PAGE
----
One gosling remained in the nest while the parents and other five watched. It was weaker and at times made cheeping noises while raising its head above the flowerpot rim. However, it apparently was too weak to make it over the edge and down to the dock. Neither of the parents made an effort to come back and provide aid to the last gosling.

As the last gosling became weaker the clouds thickened darkening the afternoon sky. Large raindrops splashed into the lake. A crow flew out to the flowerpot and looked in. Within a few minutes the crow had killed the last gosling and begun to eat, nature’s reality played out.

The family disappeared for several days and afterwards reappeared regularly showing their usual ownership of the neighbors’ grassy areas. The first time they were seen on May 28, nine days after hatching, the five goslings had grown substantially. On the June 1 “visit” there were only four goslings, as on later visits. A little more than two weeks after hatching, the goslings were the size of adult chickens, an amazing growth considering their nutrition being extracted from their grassy diet.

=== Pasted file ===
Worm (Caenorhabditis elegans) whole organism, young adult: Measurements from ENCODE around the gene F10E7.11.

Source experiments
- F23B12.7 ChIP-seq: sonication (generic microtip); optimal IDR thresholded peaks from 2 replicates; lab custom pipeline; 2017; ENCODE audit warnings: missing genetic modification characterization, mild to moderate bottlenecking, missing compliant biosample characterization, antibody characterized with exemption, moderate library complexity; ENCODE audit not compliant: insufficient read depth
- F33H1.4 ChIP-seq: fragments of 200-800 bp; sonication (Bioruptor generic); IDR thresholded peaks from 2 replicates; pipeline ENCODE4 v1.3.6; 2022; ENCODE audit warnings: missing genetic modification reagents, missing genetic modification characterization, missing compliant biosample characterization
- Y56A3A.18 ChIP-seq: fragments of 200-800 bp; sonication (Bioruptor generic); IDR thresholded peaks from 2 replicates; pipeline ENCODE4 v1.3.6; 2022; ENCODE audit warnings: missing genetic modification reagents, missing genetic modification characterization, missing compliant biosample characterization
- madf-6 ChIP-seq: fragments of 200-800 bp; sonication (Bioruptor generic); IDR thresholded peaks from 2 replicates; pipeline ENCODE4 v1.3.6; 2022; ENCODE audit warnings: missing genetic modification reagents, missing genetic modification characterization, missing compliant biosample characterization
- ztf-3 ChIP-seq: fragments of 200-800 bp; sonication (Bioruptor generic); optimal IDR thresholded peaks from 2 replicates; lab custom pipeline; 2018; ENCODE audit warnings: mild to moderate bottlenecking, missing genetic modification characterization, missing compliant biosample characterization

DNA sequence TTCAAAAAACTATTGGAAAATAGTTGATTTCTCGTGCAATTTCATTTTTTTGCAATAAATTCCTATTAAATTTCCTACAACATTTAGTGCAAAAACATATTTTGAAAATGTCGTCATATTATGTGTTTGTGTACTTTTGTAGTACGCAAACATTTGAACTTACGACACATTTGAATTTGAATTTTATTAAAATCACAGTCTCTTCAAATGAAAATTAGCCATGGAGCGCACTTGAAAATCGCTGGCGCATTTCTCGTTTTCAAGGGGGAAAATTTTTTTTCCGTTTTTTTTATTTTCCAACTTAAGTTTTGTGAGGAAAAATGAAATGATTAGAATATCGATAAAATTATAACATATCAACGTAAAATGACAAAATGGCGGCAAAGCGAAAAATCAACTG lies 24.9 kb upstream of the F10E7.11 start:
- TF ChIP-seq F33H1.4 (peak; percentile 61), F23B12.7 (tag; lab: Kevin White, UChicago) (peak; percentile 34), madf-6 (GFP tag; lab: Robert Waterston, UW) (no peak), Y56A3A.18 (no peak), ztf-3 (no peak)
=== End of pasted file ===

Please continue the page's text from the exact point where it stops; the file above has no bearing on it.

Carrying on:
The experience of observing the process from nesting to egg hatching of the geese, albeit with the underlying concern of still more geese sharing the lake shore, stimulated me to learn more.

Geese Lay an Egg a Day

Typically Canada geese lay an egg a day to an average of five eggs known as a clutch and then sit on the nest for 28 to 30 days. In this case it appeared to take 33 days, but I didn’t have any knowledge of the time period the egg laying process occurred.

“Father” goose was clearly around, but most of his time was spent grazing on lawns some distance down the shore. The male fulfilled the role of generally being far enough away to not give away the location of the nest. What we primarily observed was a major dedicated investment of time by the mother goose on the nest, which is much more than can be said for the father-to-be.

Once the goslings arrived, both parents appeared to be equally involved in escorting the little ones, often keeping the goslings close between them. They don’t do much more obvious parenting than that as the goslings started pulling on grass and eating as soon as they were on shore, hours after hatching.